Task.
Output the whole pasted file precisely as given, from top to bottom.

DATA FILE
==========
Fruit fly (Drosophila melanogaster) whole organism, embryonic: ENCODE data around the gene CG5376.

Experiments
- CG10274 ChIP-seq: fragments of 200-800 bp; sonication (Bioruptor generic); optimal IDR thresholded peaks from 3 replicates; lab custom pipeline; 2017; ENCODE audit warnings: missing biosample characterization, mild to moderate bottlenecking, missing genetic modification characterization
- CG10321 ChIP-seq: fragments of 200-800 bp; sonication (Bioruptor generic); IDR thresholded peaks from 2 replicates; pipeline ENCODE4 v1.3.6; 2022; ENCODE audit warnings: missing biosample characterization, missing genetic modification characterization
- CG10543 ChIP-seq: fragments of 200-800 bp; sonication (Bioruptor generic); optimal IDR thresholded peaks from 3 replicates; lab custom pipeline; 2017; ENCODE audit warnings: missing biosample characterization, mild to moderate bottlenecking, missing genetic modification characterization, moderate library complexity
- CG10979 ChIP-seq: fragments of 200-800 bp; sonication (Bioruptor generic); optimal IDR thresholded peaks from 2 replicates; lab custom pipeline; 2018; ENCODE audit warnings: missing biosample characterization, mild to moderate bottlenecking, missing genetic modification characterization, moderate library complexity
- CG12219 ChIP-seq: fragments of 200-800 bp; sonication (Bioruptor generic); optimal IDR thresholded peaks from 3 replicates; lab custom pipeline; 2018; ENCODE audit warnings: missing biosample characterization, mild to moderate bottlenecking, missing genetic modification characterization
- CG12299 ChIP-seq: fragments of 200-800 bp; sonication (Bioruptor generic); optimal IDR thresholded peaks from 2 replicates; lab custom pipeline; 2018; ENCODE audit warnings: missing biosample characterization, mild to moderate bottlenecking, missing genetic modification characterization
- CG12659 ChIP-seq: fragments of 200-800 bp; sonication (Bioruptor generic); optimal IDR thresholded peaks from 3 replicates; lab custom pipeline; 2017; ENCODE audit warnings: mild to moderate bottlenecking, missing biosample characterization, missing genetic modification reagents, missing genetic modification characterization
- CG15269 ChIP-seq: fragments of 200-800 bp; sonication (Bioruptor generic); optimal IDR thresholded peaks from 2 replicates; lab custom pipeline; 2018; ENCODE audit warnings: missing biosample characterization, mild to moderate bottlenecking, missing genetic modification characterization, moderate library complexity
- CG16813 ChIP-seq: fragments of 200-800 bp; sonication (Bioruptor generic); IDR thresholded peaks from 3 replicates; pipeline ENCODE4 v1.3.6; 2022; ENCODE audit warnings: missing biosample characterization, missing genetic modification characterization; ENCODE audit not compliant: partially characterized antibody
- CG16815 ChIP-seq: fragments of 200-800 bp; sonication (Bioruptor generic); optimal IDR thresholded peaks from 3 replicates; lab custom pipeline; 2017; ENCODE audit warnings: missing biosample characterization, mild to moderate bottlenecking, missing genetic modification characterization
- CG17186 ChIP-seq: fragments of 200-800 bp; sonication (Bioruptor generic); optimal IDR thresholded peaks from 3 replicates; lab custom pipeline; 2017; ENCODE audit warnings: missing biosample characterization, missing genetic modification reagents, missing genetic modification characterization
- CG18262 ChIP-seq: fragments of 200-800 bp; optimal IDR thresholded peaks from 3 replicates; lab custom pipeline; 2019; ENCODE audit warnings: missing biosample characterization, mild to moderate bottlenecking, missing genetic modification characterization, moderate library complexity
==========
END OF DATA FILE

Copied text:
Fruit fly (Drosophila melanogaster) whole organism, embryonic: ENCODE data around the gene CG5376.

Experiments
- CG10274 ChIP-seq: fragments of 200-800 bp; sonication (Bioruptor generic); optimal IDR thresholded peaks from 3 replicates; lab custom pipeline; 2017; ENCODE audit warnings: missing biosample characterization, mild to moderate bottlenecking, missing genetic modification characterization
- CG10321 ChIP-seq: fragments of 200-800 bp; sonication (Bioruptor generic); IDR thresholded peaks from 2 replicates; pipeline ENCODE4 v1.3.6; 2022; ENCODE audit warnings: missing biosample characterization, missing genetic modification characterization
- CG10543 ChIP-seq: fragments of 200-800 bp; sonication (Bioruptor generic); optimal IDR thresholded peaks from 3 replicates; lab custom pipeline; 2017; ENCODE audit warnings: missing biosample characterization, mild to moderate bottlenecking, missing genetic modification characterization, moderate library complexity
- CG10979 ChIP-seq: fragments of 200-800 bp; sonication (Bioruptor generic); optimal IDR thresholded peaks from 2 replicates; lab custom pipeline; 2018; ENCODE audit warnings: missing biosample characterization, mild to moderate bottlenecking, missing genetic modification characterization, moderate library complexity
- CG12219 ChIP-seq: fragments of 200-800 bp; sonication (Bioruptor generic); optimal IDR thresholded peaks from 3 replicates; lab custom pipeline; 2018; ENCODE audit warnings: missing biosample characterization, mild to moderate bottlenecking, missing genetic modification characterization
- CG12299 ChIP-seq: fragments of 200-800 bp; sonication (Bioruptor generic); optimal IDR thresholded peaks from 2 replicates; lab custom pipeline; 2018; ENCODE audit warnings: missing biosample characterization, mild to moderate bottlenecking, missing genetic modification characterization
- CG12659 ChIP-seq: fragments of 200-800 bp; sonication (Bioruptor generic); optimal IDR thresholded peaks from 3 replicates; lab custom pipeline; 2017; ENCODE audit warnings: mild to moderate bottlenecking, missing biosample characterization, missing genetic modification reagents, missing genetic modification characterization
- CG15269 ChIP-seq: fragments of 200-800 bp; sonication (Bioruptor generic); optimal IDR thresholded peaks from 2 replicates; lab custom pipeline; 2018; ENCODE audit warnings: missing biosample characterization, mild to moderate bottlenecking, missing genetic modification characterization, moderate library complexity
- CG16813 ChIP-seq: fragments of 200-800 bp; sonication (Bioruptor generic); IDR thresholded peaks from 3 replicates; pipeline ENCODE4 v1.3.6; 2022; ENCODE audit warnings: missing biosample characterization, missing genetic modification characterization; ENCODE audit not compliant: partially characterized antibody
- CG16815 ChIP-seq: fragments of 200-800 bp; sonication (Bioruptor generic); optimal IDR thresholded peaks from 3 replicates; lab custom pipeline; 2017; ENCODE audit warnings: missing biosample characterization, mild to moderate bottlenecking, missing genetic modification characterization
- CG17186 ChIP-seq: fragments of 200-800 bp; sonication (Bioruptor generic); optimal IDR thresholded peaks from 3 replicates; lab custom pipeline; 2017; ENCODE audit warnings: missing biosample characterization, missing genetic modification reagents, missing genetic modification characterization
- CG18262 ChIP-seq: fragments of 200-800 bp; optimal IDR thresholded peaks from 3 replicates; lab custom pipeline; 2019; ENCODE audit warnings: missing biosample characterization, mild to moderate bottlenecking, missing genetic modification characterization, moderate library complexity